Bruno, I appreciate your grade-school teaching. We (I for one) can use it. I still find that whatever you explain is an 'extract' of what can be thought of a 'set' (a one representing a many). Your 'powerset' is my example. All those elements you put into { }s are the same as were the physical objects to Aristotle in his 'total' - the SUM of which was always MORE than the additives of those objects. Relations! The set is not an inordinate heap (correct me please, if I am off) of the elements, the elements are in SOME relation to each other and the "set"-idea of their ensemble, to *form* a SET. You stop short at the naked elements *together*, as I see. *They wear cloths and hold hands. Mortar is among them.* Maybe your math-idea can tolerate any sequence and hiatus concerning to the 'set', and it still stays the same, as far as the *"math-idea you need"*goes, but if I go further (and you indicated that ANYTHING can form a set) the relations of the set-partners comes into play. Not only those which WE choose for 'interesting' to such set, but ALL OF THEM influencing the character of that *"ONE".* *Just musing.* ** John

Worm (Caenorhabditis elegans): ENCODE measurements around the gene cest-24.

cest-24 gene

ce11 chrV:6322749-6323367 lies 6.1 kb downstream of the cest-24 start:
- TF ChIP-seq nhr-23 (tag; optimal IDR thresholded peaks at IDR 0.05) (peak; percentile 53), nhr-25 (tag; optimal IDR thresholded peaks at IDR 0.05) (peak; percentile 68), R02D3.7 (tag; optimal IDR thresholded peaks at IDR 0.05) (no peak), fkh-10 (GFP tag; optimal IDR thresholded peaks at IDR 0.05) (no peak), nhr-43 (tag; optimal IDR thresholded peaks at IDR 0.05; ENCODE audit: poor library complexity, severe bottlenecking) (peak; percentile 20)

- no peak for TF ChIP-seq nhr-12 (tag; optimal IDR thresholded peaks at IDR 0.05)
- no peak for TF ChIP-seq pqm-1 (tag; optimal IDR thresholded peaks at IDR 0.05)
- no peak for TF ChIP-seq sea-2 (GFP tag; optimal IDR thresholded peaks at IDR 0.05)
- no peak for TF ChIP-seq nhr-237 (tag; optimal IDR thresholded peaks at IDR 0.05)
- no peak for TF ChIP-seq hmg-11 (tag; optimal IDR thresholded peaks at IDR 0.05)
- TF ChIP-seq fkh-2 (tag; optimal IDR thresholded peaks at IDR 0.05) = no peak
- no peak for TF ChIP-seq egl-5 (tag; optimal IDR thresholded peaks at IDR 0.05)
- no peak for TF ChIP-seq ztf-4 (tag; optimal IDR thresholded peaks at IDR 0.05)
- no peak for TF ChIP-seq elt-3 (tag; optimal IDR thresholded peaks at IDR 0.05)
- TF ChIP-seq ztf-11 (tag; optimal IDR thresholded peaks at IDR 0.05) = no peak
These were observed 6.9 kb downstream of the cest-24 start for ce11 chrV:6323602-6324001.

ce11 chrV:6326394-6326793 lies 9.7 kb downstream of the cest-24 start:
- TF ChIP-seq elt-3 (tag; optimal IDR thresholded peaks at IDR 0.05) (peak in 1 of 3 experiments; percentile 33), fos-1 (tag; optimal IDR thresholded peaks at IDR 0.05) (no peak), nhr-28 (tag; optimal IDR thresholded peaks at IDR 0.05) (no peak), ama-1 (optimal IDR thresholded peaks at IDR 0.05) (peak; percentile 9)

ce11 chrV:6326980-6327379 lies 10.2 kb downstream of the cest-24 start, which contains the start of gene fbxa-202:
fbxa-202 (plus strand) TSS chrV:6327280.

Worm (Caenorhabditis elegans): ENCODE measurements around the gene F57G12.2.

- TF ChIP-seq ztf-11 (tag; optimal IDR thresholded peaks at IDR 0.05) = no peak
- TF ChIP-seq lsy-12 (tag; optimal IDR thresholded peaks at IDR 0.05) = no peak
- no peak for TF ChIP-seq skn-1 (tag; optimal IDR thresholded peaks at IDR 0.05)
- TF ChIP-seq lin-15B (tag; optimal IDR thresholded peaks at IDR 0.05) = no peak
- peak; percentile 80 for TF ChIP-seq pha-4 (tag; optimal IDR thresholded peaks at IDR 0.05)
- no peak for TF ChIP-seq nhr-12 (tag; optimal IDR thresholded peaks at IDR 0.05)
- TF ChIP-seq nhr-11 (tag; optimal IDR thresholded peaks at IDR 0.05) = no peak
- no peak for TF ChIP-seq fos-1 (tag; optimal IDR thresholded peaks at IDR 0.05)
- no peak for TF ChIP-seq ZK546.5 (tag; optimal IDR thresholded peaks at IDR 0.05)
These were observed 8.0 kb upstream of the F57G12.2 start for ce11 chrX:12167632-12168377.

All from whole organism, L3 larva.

On Tue, Jul 14, 2009 at 4:40 AM, Bruno Marchal <marc...@ulb.ac.be> wrote: > Hi Kim, Marty, Johnathan, John, Mirek, and all... > > We were studying a bit of elementary set theory to prepare ourself to > Cantor's theorem, and then Kleene's theorem, which are keys to a good > understanding of the universal numbers, and to Church thesis, which are the > keys of the seven steps. > I intend to bring you to the comp enlightenment :) > > But first some revision. Read the following with attention! > > A set is a collection of things, which in general can themselves be > anything. Its use consists in making a many into a one. > If something, say x, belongs to a set S, it is usually called "element" of > S. We abbreviate this by (x \belongs-to S). > > Example: > > A = {1, 2, 56}. A is a set with three elements which are the numbers 1, 2 > and 56. > > We write: > > (1 \belongs-to {1, 2, 56}), or (1 \belongs-to A), or simply 1 \belongs-to > A, when no confusions exist. The parentheses "(" and ")" are just delimiters > for easing the reading. I write \belongs-to the relation "belongs to" to > remind it is a mathematical symbol. > > B = {Kim, Marty, Russell, Bruno, George, Jurgen} is a set with 5 elements > which are supposed to be humans. > > C = {34, 54, Paul, {3, 4}} > > For this one, you may be in need of spectacles. In case of doubt, you can > expand it a little bit: > > C = { 34, 54, Paul, {3, 4} } > > You see that C is a sort of hybrid set which has 4 elements: > > - the number 34 > - the number 54 > - the human person Paul > - the set {3, 4} > > Two key remarks: > 1) the number 3 is NOT an element of C. Nor is the number 4 an element of > C. 3 and 4 are elements of {3, 4}, which is an element of C. But, generally, > elements of elements are not elements! It could happen that element of > element are element, like in D = {3, 4, {3, 4}}, the number 3 is both an > element of D and element of an element of D ({3, 4}), but this is a special > circumstance due to the way D is defined. > 2) How do I know that "Paul" is a human, and not a dog. How do I know that > "Paul" does not refer just to the string "paul". Obvioulsy the expression > "paul" is ambiguous, and will usually be understood only in some context. > This will not been a problem because the context will be clear. Actually we > will consider only set of numbers, or set of mathematical objects which have > already been defined. Here I have use the person Paul just to remind that > typically set can have as elements any object you can conceive. > > What is the set of even prime number strictly bigger than 2. Well, to solve > this just recall that ALL prime numbers are odd, except 2. So this set is > empty. The empty set { } is the set which has no elements. It plays the role > of 0 in the world of sets. > > > We have seen some *operations* defined on sets. > > We have seen INTERSECTION, and UNION. > > The intersection of the two sets S1 = {1, 2, 3} and S2 = {2, 3, 7, 8} will > be written (S1 \inter S2), and is equal to the set of elements which belongs > to both S1 and S2. We have > > (S1 \inter S2) = {2, 3} > > We can define (S1 \inter S2) = {x such-that ((x belongs-to S1) and (x > belongs-to S2))} > > 2 belongs to (S1 \inter S2) because ((2 belongs-to S1) and (2 belongs-to > S2)) > 8 does not belongs to (S1 \inter S2) because it is false that ((2 > belongs-to S1) and (2 belongs-to S2)). Indeed 8 does not belong to S1. > > Of course some sets can be disjoint, that is, can have an empty > intersection: > > {1, 2, 3} \inter {4, 5, 6} = { }. > > Similarly we can define (S1 \union S2) by the set of the elements belonging > to S1 or belonging to S2: > > (S1 \union S2) = {x such-that ((x belongs-to S1) or (x belongs-to S2))} > > We have, with S1 and S2 the same as above (S1 = {1, 2, 3} and S2 = {2, 3, > 7, 8}): > > (S1 \union S2) = {1, 2, 3, 7, 8}. > > OK. I suggest you reread the preceding post, and let me know in case you > have a problem. > > > We have seen also a key *relation* defined on sets: the relation of > inclusion. > > We say that (A \included-in B) is true when all elements of A are also > elements of B. > > Example: > The set of ferocious dogs is included in the set of ferocious animals. > The set of even numbers is included in the set of natural numbers. > The set {2, 6, 8} is included in the set {2, 3, 4, 5, 6, 7, 8} > The set {2, 6, 8} is NOT included in the set {2, 3, 4, 5, 7, 8}. > > When a set A is included in a set B, A is called a subset of B. > > We were interested in looking to all subsets of a some set. > > What are the subsets of {a, b} ? > > They are { }, {a}, {b}, {a, b}. Why? > > {a, b} is included in {a, b}. This is obvious. All elements of {a,b} are > elements of {a, b}. > {a} is included in {a, b}, because all elements of {a} are elements of {a, > b} > The same for {b}. > You see that to verify that a set with n elements is a subset of some set, > you have to make n verifications. > So, to see that the empty set is a subset of some set, you have to verify 0 > things. So the empty set is a subset of any set. > > proposition: { } is included-in any set. > > So the subsets of {a, b} are { }, {a}, {b}, {a, b}. > > But set have been invented to make a ONE from a MANY, and it is natural to > consider THE set of all subsets of a set. It is called the powerset of that > set. > > So the powerset of {a, b} is THE set {{ }, {a}, {b}, {a, b}}. OK? > > Train yourself on the following exercises: > > What is the powerset of { } > What is the powerset of {a} > What is the powerset of {a, b, c} > > Any question? > > This was a bit of revision, to let Kim catch up. > > The sequel will appear asap. Be sure everything is OK, and please, ask > question if it is not. > You can also ask any question on the first sixth steps of UDA ('course). > > Bruno > > http://iridia.ulb.ac.be/~marchal/ > > > > > > > --~--~---------~--~----~------------~-------~--~----~ You received this message because you are subscribed to the Google Groups "Everything List" group. To post to this group, send email to everything-list@googlegroups.com To unsubscribe from this group, send email to everything-list+unsubscr...@googlegroups.com For more options, visit this group at http://groups.google.com/group/everything-list?hl=en -~----------~----~----~----~------~----~------~--~---